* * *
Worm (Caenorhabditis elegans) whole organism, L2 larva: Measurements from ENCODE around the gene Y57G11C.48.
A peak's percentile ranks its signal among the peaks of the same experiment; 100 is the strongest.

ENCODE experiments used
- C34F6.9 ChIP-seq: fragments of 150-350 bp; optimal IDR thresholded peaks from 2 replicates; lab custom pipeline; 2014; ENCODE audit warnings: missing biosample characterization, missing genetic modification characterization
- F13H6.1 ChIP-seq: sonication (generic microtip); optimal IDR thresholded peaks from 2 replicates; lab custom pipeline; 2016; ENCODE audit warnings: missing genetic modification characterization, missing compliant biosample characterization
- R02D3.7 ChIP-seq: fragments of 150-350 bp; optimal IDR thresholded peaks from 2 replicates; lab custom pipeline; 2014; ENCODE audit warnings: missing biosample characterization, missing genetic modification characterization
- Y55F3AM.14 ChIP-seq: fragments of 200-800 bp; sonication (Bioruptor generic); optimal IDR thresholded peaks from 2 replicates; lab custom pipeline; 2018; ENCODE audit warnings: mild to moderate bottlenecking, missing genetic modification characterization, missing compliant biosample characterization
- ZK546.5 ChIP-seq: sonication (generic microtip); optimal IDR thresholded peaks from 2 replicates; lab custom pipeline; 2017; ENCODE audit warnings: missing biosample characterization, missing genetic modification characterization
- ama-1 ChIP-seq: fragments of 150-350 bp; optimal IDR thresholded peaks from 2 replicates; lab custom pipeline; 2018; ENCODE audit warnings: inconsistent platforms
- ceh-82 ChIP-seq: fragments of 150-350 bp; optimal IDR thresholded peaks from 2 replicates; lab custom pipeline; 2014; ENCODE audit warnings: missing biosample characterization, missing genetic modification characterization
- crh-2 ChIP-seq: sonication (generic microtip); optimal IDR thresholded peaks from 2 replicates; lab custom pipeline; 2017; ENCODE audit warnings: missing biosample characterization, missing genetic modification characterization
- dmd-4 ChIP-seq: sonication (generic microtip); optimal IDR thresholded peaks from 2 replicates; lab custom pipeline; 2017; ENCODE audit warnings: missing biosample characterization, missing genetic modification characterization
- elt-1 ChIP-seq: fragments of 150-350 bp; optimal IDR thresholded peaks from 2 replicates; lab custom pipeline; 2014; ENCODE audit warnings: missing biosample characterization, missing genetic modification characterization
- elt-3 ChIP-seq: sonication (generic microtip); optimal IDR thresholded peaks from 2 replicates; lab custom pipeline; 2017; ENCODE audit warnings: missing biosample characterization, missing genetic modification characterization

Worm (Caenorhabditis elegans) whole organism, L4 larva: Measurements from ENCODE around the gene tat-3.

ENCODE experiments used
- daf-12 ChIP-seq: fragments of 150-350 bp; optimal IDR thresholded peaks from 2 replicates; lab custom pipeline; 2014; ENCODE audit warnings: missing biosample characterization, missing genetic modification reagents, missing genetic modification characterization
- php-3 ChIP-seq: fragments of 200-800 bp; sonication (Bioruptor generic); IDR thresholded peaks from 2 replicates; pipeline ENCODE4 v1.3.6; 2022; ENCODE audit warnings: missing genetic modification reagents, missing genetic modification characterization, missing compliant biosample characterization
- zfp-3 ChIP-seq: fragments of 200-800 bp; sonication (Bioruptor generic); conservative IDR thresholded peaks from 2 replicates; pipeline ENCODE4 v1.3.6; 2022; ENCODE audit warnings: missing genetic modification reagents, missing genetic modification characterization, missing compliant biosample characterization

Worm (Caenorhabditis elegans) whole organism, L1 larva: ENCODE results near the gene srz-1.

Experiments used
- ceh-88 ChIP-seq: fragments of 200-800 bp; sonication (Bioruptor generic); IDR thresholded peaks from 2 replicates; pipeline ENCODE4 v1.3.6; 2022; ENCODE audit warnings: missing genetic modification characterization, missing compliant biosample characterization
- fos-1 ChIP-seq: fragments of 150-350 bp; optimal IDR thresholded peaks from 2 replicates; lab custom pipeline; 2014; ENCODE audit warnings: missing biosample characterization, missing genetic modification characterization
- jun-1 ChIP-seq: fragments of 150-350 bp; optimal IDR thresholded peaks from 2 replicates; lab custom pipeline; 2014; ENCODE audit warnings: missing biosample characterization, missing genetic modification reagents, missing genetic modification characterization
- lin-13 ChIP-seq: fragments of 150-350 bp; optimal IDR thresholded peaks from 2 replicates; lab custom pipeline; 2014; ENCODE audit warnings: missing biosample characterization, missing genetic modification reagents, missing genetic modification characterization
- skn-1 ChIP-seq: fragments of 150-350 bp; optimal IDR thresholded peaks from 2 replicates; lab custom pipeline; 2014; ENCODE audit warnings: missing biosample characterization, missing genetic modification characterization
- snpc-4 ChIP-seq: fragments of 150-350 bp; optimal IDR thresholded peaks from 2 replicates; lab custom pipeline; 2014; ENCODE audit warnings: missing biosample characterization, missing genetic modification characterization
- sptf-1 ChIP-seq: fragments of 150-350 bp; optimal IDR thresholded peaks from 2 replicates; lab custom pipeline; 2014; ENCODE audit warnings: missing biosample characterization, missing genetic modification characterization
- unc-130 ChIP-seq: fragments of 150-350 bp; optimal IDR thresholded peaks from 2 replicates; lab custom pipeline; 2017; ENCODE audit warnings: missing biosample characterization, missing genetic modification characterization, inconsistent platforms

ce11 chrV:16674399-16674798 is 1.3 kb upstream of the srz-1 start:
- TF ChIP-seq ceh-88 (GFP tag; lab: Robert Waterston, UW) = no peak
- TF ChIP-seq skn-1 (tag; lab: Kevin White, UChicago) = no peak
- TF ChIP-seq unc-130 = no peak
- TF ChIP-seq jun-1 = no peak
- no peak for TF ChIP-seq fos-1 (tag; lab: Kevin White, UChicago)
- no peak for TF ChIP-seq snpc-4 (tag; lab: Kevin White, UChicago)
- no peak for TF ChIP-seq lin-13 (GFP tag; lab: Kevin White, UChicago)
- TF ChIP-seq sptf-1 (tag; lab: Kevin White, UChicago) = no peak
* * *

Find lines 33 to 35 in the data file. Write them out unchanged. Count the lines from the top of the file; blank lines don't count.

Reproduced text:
- TF ChIP-seq unc-130 = no peak
- TF ChIP-seq jun-1 = no peak
- no peak for TF ChIP-seq fos-1 (tag; lab: Kevin White, UChicago)